So, my trepidation wasn’t really justified. There was some coolness from a couple of people, but for the most part, everyone was fine. It’s amazing how we can sometimes project things.

What was ultimately the most important part of this, though, was that my mother got to spend some time with most of her family. I hope that it’s not the last time that she’ll see them, but if it is, I think that her goodbyes have been said.

As for me, well… As I said goodbye to my mother Sunday, with my daughter next to me, it did start to hit me, I guess. My daughter went her way as we approached the house, and I headed towards the front door. My favorite uncle (Mom’s youngest brother), was sitting on the porch with his wife. I don’t know what was on my face, really. But he looked at me, and all he said was, “Oh, I know, Steve. I know.”

Now the hard part begins…

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So, tomorrow is family gathering day.  I’m viewing this with a little bit of trepidation. There will be kids, grandkids, brothers, sisters, aunts, uncles, nieces, nephews, cousins, etc., all gathered together. While there may be a good bit of denial going on among some, if not most of the people who will be gathering tomorrow, my Mom made it quite clear to me that she views this as a part of her “departing,” for want of a better word.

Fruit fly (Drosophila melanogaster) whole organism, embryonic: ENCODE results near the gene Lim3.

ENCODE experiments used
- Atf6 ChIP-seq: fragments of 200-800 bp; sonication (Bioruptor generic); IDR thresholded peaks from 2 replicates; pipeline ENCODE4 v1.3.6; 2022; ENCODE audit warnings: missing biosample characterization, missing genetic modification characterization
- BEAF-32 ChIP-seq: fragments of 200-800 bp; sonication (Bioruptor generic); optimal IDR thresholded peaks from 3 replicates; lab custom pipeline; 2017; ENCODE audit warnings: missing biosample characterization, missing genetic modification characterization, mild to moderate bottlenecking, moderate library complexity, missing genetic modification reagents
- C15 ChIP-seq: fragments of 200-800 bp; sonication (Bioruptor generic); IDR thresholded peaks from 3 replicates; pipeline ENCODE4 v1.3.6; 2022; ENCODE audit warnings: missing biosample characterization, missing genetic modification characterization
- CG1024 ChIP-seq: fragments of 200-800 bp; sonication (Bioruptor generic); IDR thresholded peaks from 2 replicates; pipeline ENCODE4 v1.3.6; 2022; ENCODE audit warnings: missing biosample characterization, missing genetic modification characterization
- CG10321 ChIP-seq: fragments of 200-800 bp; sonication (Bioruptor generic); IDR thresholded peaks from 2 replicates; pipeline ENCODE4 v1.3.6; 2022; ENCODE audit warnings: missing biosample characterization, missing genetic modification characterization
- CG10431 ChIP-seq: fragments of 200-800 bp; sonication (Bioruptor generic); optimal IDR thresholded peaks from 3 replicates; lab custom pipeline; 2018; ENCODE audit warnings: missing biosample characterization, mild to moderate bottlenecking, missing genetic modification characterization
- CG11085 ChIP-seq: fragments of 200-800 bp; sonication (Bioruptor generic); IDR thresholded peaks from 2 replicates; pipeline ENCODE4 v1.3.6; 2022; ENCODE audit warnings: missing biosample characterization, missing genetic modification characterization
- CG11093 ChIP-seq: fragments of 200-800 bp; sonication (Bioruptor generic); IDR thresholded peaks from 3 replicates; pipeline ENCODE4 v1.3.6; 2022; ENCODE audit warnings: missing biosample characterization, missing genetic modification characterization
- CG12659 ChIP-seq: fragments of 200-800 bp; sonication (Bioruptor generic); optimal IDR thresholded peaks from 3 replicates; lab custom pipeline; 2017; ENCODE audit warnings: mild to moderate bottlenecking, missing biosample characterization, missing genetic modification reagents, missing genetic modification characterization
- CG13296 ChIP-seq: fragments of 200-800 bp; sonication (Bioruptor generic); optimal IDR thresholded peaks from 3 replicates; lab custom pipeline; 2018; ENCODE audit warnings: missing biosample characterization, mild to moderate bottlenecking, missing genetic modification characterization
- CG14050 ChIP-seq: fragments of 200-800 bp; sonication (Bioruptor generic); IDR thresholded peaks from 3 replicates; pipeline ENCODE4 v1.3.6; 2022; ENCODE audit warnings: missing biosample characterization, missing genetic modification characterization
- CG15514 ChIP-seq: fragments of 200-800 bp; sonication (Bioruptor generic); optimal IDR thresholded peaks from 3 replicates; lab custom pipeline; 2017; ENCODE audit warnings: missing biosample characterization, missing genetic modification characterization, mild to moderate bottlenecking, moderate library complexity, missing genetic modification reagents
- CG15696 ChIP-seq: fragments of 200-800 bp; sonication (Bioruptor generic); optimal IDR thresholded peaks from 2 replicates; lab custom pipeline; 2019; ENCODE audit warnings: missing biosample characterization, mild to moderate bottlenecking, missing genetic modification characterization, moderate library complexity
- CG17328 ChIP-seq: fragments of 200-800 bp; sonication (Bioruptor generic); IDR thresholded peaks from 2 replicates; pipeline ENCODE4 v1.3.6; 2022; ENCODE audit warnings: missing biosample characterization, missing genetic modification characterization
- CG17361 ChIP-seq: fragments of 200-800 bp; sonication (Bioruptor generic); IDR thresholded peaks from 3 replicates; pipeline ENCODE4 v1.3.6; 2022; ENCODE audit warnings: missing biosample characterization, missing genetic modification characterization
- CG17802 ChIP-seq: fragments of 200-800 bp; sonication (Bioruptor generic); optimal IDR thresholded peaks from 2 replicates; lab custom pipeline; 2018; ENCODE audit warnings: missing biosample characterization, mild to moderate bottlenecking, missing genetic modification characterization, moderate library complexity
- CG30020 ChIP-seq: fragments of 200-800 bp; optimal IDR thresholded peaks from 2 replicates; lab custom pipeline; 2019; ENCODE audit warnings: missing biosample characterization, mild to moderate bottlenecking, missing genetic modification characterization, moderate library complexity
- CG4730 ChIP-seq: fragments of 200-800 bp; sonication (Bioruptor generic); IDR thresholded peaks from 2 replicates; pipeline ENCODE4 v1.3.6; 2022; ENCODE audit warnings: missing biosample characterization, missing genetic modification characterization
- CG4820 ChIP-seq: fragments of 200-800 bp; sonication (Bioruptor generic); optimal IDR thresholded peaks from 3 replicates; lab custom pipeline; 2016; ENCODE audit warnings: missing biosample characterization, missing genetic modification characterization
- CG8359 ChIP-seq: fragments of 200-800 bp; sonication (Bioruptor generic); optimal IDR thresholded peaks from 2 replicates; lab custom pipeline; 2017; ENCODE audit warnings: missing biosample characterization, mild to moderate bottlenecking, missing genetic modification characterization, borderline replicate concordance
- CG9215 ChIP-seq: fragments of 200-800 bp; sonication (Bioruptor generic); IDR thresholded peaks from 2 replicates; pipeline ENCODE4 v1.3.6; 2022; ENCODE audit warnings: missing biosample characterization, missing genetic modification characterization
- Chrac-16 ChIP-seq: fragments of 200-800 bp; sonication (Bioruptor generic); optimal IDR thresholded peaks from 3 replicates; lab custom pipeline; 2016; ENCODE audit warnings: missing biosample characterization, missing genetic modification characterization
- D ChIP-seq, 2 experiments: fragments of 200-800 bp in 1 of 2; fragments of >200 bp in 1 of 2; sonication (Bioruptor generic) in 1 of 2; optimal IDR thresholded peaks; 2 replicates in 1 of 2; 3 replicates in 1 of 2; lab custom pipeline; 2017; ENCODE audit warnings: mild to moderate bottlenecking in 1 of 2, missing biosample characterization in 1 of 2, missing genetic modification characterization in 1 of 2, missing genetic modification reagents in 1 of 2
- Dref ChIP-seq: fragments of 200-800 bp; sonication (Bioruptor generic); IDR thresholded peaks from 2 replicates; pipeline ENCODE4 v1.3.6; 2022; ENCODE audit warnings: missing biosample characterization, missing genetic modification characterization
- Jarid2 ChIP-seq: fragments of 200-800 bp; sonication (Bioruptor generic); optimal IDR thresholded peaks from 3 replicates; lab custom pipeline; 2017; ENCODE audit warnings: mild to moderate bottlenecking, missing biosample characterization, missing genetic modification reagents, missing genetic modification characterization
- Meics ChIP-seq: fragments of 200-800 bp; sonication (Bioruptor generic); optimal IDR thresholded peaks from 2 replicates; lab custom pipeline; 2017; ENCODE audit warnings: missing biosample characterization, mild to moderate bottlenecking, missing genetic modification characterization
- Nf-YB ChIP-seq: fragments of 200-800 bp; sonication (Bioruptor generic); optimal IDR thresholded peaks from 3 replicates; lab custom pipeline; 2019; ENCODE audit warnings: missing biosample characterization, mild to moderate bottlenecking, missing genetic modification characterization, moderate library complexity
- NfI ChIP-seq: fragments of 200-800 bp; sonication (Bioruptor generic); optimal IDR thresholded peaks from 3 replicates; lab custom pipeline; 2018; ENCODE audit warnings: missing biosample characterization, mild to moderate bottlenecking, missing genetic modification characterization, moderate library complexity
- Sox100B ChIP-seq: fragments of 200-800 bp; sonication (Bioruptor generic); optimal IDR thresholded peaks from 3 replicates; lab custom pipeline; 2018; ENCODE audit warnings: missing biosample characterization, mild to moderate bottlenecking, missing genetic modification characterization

No matter how I look at this, it is for me the official beginning of the process of saying goodbye to my mother. And this is a process that I simply do not want to start. It sounds odd, but I feel as though by starting the process, I’m making it final. Oh – there’s that stupid denial thing rearing its head again…

My Mom, bless her heart, when I told her that I would be there, asked me if I’m sure that I’m ready to face this entire tribe of relatives. I believe I’ve mentioned that I’m something of a black sheep. I told her that I’m sure. The point is that even in these moments, preparing to spend what in some cases will be her last time with family members, her concern was for me and my comfort level.

Frankly, I don’t really care if there are people who don’t want to acknowledge my presence there tomorrow. I’m going there for my mother, and no one else. I’m sure there will be looks, I’m sure there will be people who talk after I’ve left. I really don’t care.

What I do care about is trying to learn how to do what I need to do in what time my mother has left. I don’t know what to do, though. I don’t know what “the right thing” is. All I can do is stumble along through this, and hope that I get it right.

I suppose I won’t know if I’ve gotten it right until after my mother is gone. That sucks, but it’s also my present reality check. Actually, at this point in my life, I’m pretty much convinced that reality in general sucks.